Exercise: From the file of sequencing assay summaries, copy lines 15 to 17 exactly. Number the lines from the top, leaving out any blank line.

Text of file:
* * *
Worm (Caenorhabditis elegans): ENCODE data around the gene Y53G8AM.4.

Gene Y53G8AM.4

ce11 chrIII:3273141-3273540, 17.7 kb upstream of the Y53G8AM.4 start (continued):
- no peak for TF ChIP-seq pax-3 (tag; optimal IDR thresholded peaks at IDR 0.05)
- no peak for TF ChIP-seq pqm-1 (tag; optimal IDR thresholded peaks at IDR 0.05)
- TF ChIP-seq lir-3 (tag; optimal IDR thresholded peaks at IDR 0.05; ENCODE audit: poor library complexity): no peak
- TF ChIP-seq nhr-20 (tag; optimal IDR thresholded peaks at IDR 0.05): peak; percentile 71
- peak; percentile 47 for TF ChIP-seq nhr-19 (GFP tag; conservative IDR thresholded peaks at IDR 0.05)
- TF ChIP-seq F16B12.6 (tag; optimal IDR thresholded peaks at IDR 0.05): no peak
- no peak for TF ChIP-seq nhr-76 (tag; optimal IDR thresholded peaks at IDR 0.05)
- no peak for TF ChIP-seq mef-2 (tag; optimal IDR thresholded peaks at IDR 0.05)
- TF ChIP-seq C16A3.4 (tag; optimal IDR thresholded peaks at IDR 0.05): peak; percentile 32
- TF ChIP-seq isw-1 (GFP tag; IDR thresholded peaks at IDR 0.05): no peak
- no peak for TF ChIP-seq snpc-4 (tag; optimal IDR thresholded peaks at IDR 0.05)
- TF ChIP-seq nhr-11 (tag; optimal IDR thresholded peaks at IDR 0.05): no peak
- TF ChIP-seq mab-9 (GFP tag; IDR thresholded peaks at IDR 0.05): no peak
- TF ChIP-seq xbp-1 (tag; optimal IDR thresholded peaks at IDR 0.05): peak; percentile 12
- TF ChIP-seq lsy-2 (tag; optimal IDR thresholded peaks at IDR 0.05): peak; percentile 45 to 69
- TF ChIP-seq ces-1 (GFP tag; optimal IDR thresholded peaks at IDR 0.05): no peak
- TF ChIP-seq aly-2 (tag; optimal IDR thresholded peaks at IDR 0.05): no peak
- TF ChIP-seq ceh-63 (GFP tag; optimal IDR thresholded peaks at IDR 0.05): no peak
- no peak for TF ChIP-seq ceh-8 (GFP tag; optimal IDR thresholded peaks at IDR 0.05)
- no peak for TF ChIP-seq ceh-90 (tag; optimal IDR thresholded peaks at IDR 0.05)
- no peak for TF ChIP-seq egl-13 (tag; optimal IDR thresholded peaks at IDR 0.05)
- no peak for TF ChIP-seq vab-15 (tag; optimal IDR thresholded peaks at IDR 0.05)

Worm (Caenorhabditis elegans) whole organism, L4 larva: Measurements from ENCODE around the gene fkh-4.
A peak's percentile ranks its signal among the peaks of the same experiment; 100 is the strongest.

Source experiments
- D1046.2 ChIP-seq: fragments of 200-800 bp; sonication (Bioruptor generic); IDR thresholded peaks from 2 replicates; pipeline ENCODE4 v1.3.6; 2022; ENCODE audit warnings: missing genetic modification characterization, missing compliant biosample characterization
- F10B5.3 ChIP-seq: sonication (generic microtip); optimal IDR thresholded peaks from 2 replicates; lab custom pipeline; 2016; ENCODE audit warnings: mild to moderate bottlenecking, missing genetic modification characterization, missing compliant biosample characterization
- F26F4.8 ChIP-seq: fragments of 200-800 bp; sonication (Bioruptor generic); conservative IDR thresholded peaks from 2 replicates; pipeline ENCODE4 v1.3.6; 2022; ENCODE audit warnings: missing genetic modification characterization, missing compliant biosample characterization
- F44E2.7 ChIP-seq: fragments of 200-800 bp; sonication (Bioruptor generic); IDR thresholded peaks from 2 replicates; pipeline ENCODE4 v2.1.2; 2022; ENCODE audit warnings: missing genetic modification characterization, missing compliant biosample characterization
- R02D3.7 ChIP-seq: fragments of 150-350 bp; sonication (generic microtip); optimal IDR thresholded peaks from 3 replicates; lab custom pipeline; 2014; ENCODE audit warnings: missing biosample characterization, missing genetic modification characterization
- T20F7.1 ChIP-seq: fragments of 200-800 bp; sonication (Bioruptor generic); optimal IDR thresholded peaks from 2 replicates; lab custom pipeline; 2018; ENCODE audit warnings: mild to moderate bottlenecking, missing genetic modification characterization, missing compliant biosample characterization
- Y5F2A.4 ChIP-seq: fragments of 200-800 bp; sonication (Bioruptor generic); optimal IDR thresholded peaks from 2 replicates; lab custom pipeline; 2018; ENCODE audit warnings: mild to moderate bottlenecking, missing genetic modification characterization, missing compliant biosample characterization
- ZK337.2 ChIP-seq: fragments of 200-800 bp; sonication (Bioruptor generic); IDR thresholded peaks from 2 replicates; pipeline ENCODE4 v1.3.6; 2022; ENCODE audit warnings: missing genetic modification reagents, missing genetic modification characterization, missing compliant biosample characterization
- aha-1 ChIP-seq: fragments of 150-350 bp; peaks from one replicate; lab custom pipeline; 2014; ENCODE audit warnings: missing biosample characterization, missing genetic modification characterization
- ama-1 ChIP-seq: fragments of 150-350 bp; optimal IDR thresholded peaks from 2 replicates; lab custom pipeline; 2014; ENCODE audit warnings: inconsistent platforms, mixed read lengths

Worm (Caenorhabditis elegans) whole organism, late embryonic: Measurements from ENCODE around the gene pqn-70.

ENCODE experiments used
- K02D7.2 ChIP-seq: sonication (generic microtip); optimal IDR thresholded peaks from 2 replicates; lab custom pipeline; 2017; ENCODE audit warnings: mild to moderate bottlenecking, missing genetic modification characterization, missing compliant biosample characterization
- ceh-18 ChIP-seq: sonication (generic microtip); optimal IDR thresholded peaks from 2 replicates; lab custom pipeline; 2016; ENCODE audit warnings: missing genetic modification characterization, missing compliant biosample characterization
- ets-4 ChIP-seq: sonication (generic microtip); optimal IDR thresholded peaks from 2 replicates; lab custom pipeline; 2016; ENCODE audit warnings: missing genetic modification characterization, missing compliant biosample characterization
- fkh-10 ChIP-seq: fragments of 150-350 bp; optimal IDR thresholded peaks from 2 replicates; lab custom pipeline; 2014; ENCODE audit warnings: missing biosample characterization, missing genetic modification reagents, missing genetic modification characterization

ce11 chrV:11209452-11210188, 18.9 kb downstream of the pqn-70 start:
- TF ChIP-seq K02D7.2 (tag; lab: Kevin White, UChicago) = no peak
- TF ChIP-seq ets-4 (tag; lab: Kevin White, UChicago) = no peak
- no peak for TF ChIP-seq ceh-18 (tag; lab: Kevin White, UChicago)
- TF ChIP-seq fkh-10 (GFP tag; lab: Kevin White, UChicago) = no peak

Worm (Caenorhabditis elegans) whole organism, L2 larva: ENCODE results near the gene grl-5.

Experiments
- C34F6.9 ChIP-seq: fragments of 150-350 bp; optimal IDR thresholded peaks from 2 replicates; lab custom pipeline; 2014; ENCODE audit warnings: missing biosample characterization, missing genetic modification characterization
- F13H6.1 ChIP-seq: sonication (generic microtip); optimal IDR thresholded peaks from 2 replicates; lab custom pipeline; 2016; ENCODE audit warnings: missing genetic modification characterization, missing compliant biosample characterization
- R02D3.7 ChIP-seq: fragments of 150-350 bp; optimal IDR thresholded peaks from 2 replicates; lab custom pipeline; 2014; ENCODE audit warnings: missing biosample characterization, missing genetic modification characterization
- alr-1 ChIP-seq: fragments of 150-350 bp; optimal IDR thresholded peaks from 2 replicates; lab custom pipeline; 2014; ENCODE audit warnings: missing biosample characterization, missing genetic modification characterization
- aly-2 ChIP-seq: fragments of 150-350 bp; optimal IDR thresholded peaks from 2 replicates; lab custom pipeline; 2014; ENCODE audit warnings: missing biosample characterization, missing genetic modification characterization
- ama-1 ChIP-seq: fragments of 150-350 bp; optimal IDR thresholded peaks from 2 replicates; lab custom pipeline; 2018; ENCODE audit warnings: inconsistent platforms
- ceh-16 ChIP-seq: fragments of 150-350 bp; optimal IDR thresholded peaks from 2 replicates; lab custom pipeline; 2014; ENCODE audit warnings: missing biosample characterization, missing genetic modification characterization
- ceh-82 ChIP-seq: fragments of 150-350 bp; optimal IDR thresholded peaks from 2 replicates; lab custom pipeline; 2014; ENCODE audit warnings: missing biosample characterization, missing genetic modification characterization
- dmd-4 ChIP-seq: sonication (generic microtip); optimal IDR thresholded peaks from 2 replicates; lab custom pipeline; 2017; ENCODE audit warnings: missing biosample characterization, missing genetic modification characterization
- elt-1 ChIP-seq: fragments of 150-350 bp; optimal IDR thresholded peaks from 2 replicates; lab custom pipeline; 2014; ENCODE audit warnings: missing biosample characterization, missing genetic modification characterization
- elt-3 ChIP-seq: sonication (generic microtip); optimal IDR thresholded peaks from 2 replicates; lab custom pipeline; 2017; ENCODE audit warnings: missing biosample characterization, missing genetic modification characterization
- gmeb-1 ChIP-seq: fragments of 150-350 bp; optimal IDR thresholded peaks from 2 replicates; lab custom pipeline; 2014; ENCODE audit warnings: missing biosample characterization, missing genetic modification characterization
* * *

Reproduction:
- TF ChIP-seq nhr-11 (tag; optimal IDR thresholded peaks at IDR 0.05): no peak
- TF ChIP-seq mab-9 (GFP tag; IDR thresholded peaks at IDR 0.05): no peak
- TF ChIP-seq xbp-1 (tag; optimal IDR thresholded peaks at IDR 0.05): peak; percentile 12